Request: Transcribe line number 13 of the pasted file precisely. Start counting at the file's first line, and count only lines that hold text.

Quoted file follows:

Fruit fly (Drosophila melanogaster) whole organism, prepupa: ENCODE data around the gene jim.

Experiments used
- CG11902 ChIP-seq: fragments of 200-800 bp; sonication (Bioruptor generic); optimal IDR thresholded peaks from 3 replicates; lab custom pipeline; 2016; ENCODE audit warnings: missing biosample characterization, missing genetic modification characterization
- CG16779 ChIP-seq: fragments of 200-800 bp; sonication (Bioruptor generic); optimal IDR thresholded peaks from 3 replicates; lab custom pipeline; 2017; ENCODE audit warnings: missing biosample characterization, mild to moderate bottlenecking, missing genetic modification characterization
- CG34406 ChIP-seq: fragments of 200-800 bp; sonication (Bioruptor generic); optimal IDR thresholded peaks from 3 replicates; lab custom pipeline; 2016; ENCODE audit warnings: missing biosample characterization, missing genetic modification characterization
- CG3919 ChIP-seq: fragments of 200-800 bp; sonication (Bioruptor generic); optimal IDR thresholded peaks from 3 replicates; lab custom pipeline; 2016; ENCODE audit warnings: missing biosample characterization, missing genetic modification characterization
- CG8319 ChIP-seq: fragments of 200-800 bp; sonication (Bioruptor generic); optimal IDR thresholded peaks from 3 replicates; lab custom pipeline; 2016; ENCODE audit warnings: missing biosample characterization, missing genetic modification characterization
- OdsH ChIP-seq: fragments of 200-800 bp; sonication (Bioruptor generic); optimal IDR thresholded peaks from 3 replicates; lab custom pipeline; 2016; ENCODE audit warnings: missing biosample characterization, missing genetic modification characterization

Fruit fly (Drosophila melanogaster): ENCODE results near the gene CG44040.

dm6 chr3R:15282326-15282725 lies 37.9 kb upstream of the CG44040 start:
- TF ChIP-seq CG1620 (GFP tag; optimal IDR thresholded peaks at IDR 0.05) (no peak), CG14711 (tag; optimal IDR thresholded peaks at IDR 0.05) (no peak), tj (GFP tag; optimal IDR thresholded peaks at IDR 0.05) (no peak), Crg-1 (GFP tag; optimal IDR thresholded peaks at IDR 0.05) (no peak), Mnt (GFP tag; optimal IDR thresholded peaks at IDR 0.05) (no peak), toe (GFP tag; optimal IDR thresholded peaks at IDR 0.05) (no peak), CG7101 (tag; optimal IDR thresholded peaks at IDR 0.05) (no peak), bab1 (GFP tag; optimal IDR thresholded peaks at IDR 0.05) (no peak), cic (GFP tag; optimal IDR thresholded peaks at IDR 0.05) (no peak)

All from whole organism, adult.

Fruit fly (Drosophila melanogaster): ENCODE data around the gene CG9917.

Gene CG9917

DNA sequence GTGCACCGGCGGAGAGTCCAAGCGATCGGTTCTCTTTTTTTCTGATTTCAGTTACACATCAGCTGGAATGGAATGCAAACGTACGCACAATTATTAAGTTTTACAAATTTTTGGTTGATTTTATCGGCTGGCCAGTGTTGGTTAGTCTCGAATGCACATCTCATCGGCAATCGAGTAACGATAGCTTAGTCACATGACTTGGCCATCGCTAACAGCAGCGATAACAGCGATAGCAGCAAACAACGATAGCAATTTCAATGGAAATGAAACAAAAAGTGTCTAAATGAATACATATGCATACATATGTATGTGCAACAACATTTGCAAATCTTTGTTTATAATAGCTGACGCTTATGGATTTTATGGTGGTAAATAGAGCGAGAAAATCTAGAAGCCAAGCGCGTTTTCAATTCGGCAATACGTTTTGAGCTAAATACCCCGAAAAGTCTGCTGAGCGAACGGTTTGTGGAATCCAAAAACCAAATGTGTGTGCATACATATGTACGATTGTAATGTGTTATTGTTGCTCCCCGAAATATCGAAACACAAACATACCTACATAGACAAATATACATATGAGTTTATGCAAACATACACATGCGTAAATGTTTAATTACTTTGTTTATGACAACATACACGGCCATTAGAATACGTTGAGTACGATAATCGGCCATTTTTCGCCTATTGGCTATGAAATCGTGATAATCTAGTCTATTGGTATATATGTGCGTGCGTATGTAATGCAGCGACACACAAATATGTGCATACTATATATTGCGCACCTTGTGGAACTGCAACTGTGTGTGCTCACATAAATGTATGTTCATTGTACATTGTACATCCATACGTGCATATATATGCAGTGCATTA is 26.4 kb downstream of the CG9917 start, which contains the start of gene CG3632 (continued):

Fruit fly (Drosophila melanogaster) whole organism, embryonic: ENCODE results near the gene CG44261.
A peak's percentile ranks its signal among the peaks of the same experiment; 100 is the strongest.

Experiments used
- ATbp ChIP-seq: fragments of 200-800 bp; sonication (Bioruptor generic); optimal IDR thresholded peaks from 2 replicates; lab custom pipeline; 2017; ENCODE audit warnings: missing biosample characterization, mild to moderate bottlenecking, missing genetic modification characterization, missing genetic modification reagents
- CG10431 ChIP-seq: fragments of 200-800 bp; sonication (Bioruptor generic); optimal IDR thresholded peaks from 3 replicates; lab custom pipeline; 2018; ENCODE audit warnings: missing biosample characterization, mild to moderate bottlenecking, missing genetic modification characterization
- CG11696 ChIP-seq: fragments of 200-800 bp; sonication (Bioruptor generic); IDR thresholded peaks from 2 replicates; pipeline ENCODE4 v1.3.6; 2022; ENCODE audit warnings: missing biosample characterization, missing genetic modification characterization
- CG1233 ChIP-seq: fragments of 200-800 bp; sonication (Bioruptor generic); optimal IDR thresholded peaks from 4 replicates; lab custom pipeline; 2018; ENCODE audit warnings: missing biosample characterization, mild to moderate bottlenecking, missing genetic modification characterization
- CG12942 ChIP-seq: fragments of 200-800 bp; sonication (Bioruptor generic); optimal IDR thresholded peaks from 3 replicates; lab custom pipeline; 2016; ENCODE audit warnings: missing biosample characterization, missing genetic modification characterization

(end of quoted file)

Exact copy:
Fruit fly (Drosophila melanogaster): ENCODE data around the gene CG9917.